Product design washes up on shore: Swiss students took a five-day trip to Iceland to collect whale bones and beach debris, turning objects found seaside into art.

The trip was organized by Brynjar Sigurðarson, whose alma mater the Iceland Academy of the Arts hosted him and his fellow ECAL students.

The ultra-rugged environment provided all kinds of new creative stimulation.

Most animals in Iceland have no heads (kidding).

“It was important that the students would get to experience the new landscape,” Sigurðarson says.

“They had basically been placed in a small island in the middle of the North Atlantic. They had to explore, not just sit in the classroom and work.”

Stunning scenery.

“It was so amazing to see people who were usually super pragmatic and functional in their approach to design holding a piece of an old plastic shaped by the ocean and suddenly feeling like they found a treasure.”

"Stallur"--"Pedestal" in Icelandic--by Luc Beaussart, and "Gríma," or "Mask," by Charlotte Baverel.

"Skipið" ("Boat") by Thibault Penven and "Hrefna" (Minke whale, also a woman’s name) by Milos Ristin.

"Stallur" ("Pedestal") by Luc Beaussart and "Skipið" ("Boat") by Thibault Penven.

A view of the final exhibition.

A view of the final exhibition.

Co.Design

A Whale Bone To Pick: Marine Mammal Magic In Iceland

The rugged coasts of Iceland yield a new direction in product design for these Swiss students abroad.

Whales just don’t tend to figure in the coursework of product design programs the way they do in literature curriculum on say, The Great American Novel. But Brynjar Sigurðarson, who is studying for his Masters in Product Design at University of Art and Design in Lausanne (a university whose track record for producing fantastic student work is pretty damn stellar), recently found a way to work whales into his academic experience. He turned to his alma mater, the Iceland Academy of the Arts, to co-organize and host a site-specific workshop for him and his ECAL classmates—to explore the inherent beauty and potential in whale bones washed up on the coast.

The five-day adventure was made possible by a state-funded grant that supports these kind of exchange programs. Before the trip, Sigurðarson spent hours on the phone with local farmers, a marine science association and whale enthusiasts for intel to help ensure some success in the search for skeletons. “Although you can find bones lying around the coast, we didn’t want to lose too much time looking," he says.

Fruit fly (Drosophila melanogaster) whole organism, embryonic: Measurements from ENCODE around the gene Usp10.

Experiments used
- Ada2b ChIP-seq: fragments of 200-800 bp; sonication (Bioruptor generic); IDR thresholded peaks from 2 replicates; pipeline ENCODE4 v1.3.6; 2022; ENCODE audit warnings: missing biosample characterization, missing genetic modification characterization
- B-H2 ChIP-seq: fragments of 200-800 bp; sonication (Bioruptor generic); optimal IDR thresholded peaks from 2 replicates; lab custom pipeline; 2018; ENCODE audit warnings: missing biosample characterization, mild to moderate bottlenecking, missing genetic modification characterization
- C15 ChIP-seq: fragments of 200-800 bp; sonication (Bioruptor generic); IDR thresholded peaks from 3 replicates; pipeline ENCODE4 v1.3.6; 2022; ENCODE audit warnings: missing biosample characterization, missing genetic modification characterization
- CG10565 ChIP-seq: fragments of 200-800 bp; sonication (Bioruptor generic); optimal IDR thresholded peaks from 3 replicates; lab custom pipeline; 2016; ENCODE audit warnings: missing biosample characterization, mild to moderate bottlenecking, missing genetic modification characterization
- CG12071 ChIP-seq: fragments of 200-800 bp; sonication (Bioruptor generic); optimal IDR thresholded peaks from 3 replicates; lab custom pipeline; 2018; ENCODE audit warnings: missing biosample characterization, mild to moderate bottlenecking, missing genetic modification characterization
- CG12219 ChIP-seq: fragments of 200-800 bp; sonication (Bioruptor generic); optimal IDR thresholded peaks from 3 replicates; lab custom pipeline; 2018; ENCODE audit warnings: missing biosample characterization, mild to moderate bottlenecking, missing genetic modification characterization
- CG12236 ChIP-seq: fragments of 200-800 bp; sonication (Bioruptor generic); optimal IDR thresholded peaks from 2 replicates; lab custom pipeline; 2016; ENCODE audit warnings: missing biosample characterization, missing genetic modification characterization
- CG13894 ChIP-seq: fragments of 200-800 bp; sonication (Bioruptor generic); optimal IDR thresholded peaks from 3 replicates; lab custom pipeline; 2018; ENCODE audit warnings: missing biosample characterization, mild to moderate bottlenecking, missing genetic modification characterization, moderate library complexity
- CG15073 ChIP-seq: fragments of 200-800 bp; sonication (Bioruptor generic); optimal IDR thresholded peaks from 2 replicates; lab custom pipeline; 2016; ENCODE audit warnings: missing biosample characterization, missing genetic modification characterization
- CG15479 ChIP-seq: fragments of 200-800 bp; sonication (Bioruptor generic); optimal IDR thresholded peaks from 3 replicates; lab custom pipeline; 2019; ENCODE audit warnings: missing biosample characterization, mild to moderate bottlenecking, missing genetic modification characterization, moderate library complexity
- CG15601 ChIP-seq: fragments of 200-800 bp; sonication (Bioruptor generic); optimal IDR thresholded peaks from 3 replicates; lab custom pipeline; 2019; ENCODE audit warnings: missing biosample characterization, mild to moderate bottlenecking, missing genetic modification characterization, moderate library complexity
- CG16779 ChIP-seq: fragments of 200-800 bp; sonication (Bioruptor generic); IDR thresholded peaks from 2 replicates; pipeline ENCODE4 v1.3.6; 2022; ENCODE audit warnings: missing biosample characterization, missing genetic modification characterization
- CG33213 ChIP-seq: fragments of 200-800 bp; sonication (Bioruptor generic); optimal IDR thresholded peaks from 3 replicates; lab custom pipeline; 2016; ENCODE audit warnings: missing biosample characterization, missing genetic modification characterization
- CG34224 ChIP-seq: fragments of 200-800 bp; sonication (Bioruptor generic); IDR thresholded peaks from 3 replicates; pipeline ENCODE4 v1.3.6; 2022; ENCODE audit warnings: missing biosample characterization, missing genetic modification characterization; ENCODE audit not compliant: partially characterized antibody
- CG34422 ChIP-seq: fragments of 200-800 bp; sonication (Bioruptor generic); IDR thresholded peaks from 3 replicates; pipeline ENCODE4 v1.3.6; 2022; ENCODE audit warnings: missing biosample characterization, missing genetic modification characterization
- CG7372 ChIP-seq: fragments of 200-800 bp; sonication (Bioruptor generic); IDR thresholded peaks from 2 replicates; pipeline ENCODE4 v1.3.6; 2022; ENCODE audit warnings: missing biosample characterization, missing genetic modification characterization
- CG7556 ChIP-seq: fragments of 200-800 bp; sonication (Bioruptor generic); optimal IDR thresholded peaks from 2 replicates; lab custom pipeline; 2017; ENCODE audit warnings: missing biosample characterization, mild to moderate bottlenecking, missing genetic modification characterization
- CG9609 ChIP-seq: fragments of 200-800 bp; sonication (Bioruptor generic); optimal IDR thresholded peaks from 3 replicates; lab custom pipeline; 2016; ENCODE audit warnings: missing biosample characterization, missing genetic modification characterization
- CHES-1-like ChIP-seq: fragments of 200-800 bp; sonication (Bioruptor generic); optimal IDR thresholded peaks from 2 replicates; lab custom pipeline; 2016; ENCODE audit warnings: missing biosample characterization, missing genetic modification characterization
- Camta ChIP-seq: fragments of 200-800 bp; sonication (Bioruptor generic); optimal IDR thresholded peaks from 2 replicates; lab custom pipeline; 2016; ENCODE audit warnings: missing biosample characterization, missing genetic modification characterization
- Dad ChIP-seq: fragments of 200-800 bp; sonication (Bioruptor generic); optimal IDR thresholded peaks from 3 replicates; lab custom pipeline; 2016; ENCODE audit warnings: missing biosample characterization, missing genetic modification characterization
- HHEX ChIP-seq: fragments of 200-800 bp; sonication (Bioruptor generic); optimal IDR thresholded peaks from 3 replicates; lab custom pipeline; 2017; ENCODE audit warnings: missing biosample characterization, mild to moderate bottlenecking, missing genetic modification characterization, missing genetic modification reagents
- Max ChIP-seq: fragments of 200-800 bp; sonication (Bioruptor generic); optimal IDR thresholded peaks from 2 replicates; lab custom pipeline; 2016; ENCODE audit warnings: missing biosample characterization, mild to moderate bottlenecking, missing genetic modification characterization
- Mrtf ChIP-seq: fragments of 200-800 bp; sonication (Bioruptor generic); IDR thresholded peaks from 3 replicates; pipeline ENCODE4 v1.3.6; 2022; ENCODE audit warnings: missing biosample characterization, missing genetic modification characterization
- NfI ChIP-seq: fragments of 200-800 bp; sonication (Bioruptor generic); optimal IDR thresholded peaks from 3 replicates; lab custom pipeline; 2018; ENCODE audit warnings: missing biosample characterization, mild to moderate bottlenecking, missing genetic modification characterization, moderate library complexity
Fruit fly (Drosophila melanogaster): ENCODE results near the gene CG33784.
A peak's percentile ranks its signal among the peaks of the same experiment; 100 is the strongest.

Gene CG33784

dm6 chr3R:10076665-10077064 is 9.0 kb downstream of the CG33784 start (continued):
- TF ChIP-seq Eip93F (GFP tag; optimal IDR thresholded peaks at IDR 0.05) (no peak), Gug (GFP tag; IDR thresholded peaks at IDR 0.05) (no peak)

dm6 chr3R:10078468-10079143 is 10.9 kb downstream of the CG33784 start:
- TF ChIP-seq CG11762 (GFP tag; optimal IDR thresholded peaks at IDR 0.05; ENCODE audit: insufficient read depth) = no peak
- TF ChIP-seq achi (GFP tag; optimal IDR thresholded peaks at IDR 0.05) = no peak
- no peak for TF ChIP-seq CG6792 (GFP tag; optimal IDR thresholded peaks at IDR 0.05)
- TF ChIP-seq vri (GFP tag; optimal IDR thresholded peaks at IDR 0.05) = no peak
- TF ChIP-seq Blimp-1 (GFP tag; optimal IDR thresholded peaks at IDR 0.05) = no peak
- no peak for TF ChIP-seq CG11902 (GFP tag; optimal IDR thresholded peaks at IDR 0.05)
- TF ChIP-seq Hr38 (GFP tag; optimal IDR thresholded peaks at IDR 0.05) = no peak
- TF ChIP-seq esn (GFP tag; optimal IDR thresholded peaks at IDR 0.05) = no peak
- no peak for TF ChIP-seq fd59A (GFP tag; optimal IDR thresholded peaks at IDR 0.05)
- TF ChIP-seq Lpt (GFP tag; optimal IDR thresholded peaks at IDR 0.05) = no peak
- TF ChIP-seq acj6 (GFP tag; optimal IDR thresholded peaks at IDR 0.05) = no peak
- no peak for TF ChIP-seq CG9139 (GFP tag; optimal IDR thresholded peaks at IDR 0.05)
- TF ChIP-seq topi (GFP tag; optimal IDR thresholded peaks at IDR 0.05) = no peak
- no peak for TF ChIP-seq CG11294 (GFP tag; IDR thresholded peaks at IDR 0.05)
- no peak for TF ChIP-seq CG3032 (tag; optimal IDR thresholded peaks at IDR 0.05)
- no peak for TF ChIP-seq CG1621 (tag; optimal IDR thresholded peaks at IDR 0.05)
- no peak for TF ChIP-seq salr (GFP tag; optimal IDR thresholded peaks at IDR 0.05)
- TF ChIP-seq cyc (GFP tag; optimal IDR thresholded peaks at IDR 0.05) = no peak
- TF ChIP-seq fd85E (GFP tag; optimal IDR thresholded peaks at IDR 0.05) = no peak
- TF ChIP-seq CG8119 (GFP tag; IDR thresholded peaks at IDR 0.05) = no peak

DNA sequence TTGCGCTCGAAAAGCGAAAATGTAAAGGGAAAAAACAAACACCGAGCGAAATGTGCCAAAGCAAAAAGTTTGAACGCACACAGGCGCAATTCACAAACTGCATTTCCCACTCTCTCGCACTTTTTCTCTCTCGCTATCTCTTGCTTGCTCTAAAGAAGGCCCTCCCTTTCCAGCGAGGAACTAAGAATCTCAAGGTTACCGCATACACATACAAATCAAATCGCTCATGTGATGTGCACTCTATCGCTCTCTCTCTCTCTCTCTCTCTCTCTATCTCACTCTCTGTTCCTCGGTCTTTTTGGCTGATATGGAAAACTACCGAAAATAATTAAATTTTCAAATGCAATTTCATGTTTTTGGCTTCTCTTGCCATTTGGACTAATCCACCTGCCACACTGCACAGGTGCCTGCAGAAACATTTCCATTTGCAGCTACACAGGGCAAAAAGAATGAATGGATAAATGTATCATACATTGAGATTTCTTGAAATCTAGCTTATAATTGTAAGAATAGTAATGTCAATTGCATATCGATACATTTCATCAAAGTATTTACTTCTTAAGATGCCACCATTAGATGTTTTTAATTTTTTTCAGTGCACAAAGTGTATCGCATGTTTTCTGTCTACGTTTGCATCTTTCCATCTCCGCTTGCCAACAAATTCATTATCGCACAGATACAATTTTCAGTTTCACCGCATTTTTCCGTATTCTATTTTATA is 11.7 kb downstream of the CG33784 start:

Swapping the idyllic Swiss town for the raw and rugged Icelandic landscape was a necessary culture shock that bonded—and delighted—the group. “They had basically been placed in a small island they’d never seen before in the middle of the North Atlantic," Sigurðarson says. "It was important they get a feel of what the place has to offer, not just sit in the classroom and work.”

And so they set out into the sandy, rocky wilds, enduring unrelenting weather and pitch-black nights to collect debris. “It was so amazing to see people who were usually super pragmatic and functional in their approach to design holding a piece of an old plastic shaped by the ocean and suddenly feeling like they found a treasure.”

This shift in perspective was exactly in line with Sigurðarson’s vision. “It was about making exercises with shapes and materials, to touch and feel, to become a child again and forget all those logistical points we have to consider when doing product design.”

Concepts and rough prototypes were created during the five-day workshop, then developed, refined, and completed back in Switzerland. It took a bit of maneuvering and patience in transition, however, as it turned out it was quite a challenge to track down the necessary permits and permissions to ship whale bones out of Iceland. The results are stark and sculptural—experimental modern artifacts inspired by strange and striking organic forms.

(h/t WeHeart)

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